The AFP confirmed that Bahrain issued its red notice on the exact day that Thailand granted Al-Araibi the tourist visa for his planned holiday – almost 12 months after he was granted the protection visa by Australia. Deputy commissioner Jabbour agreed with McKim this was an extraordinary coincidence.
Pezzullo said he did not know if the soccer player or anyone acting on his behalf had contacted the department to ask for help.
He took the question on notice when it was put to him directly during the ABF’s evening hearing: was there contact and if so, what was the question and what was the answer?
Earlier, he cast doubt on the idea, and said he wasn’t aware it had been reported. He told the committee at one point that the department monitors the news for “open-source intelligence” so it’s surprising they missed it. He said to McKim during the AFP session:
“That would not be advice given to him under any sort of authority from us, but I will run it down, because I think your question is: would a Border Force officer or Home Affairs officer have said, ‘You’re right to travel’?”
“I have not read any reporting to suggest that. I think the premise of your question, if I am getting my recollection accurate here, is that he sought his own assurances from the Thai authorities, but we will anticipate that as a question.”
The Guardian reported that he asked “immigration officials” and “had been given multiple assurances he was protected and could go ‘anywhere but Bahrain’” – which sounds like advice only an Australian agency could or would provide.
Outram confirmed this is not a service the Border Force provides. “So I’ll check, but what I’m saying to you is it’s highly unlikely the Border Force would provide any advice that anyone is good or bad to travel,” the ABF chief said.
ABF sorry for error, not for the arrest
When asked if he would apologise, Outram said he was only sorry for the mistake itself:
“I apologise for the error that occurred within the ABF, but I can’t say, nor can I accept, that that error necessarily led to his detention in Thailand — that it wouldn’t have occurred anyway.”
Outram argued there could have been other communications between Bahraini and Thai officials that might have seen Al-Araibi arrested anyway, even without an Interpol red notice in place. He said it would be “speculative” to accept the full blame, but insisted the agency took the error very seriously and was not simply blaming it on one officer who forgot to send an email.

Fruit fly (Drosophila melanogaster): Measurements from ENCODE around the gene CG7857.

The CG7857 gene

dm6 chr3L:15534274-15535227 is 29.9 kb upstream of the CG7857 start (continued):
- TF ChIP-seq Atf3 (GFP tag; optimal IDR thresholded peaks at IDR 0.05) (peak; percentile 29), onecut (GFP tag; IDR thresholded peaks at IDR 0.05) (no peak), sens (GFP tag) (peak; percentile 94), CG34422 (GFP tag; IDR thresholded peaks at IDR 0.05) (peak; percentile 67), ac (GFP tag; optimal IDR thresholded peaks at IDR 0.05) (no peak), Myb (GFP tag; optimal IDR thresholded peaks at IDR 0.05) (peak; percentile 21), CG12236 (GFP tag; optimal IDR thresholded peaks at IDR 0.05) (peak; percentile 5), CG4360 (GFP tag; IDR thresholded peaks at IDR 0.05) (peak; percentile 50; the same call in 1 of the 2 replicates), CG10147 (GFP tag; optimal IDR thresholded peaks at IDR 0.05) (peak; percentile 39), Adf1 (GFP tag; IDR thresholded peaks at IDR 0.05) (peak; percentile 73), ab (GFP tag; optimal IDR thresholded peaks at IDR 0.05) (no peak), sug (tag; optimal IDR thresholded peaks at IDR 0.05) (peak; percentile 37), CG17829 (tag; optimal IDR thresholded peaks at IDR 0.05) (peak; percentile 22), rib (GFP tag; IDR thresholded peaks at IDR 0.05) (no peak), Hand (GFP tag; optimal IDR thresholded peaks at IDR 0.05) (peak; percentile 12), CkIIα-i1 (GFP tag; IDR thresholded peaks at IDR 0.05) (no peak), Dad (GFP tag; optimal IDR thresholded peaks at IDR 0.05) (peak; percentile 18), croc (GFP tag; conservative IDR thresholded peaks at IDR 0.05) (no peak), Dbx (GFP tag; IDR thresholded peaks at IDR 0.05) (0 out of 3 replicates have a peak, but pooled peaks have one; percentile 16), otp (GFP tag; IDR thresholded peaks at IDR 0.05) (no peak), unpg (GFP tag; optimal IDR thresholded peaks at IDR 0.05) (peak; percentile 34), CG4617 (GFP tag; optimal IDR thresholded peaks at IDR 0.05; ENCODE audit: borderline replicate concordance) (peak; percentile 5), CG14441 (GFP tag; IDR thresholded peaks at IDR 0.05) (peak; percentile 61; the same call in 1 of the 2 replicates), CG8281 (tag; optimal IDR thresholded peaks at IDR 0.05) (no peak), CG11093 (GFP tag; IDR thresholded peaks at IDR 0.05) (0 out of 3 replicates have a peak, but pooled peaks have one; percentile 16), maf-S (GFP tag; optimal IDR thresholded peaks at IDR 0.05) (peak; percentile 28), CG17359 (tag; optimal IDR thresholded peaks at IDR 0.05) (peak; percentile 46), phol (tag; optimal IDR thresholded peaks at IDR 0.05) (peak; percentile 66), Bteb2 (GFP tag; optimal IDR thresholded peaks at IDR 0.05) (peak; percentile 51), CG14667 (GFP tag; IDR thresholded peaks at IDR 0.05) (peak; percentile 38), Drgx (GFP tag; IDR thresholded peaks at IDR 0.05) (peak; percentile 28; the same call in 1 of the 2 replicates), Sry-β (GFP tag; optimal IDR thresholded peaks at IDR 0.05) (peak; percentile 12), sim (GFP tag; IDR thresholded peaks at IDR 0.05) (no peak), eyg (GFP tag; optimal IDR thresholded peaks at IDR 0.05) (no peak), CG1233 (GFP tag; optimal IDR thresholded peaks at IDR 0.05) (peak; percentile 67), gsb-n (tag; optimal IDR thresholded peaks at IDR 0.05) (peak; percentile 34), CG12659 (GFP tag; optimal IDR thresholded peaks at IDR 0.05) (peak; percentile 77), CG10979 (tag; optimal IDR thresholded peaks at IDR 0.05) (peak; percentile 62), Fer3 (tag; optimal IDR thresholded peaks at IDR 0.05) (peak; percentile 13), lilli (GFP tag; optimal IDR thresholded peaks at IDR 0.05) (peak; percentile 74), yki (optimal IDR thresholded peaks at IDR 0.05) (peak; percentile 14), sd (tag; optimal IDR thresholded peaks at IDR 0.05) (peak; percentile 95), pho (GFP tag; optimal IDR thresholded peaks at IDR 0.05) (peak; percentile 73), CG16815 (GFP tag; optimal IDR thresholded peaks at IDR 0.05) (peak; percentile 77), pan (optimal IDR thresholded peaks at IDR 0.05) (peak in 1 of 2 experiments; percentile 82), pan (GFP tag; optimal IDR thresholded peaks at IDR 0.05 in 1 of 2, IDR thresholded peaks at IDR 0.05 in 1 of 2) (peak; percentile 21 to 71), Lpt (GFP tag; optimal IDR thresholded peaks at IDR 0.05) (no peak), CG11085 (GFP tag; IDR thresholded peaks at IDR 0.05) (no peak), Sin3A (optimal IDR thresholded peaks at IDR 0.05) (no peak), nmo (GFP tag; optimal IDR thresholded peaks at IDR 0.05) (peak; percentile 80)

“We want to provide our officers with the best systems that we can to enable them to do their job in a very fast-moving and high-volume environment,” said the ABF commissioner, whose opening statement listed two administrative changes to the relevant process that had resulted from reviewing what went wrong in this case.
“You will be aware that we are dealing with some legacy systems here that are past their use-by date, and we are using manual processes for increasingly large numbers of people, with human beings, at the end of the day, being expected to undertake some of those processes,” he told McKim.
“If this system were fully automated, of course that would be nirvana for all of us. We obviously have to include the human factor in this process.”
The head of the AFP said the National Central Bureau of Interpol, which is staffed by AFP secondees, had followed the international body’s policies and procedures at all times and throughout the hearing, explained how the police agency was not in a position to do anything different in the circumstances.
The internal reviews revealed one gap in the AFP’s process – an officer using their personal email to contact the Home Affairs character and cancellation branch law enforcement liaison team on a group email address. This meant nobody else saw the reply immediately, although it was already too late for Al-Araibi at that point.
The Senate committee heard a lot of evidence about outdated and disconnected systems, manual processes and human error that led to this unfortunate failure of process, as well as the heavy caseload of the ABF and the fact that a significant number of Interpol red notices are issued all the time.
Automation was noted as one possible solution, and Pezzullo pointed out very early on that the AFP, the ABF and the department are separated by legislation that defines the limits of their authority and responsibility. He used his estimates appearance as an opportunity to call for mass data sharing within his portfolio.
“I would much prefer to have statutes which are not so prescriptive and prohibitive as to the mass sharing of data and information,” he told McKim. “If your party’s now coming around to the mass exchange of information through automated means, that would have certainly mitigated this circumstance.”
Top photo: footballer and refugee Hakeem Al-Araibi meets with Foreign Minister Marise Payne, Prime Minister Scott Morrison and former Socceroo Craig Foster following his return to Australia. AAP Image/Lukas Coch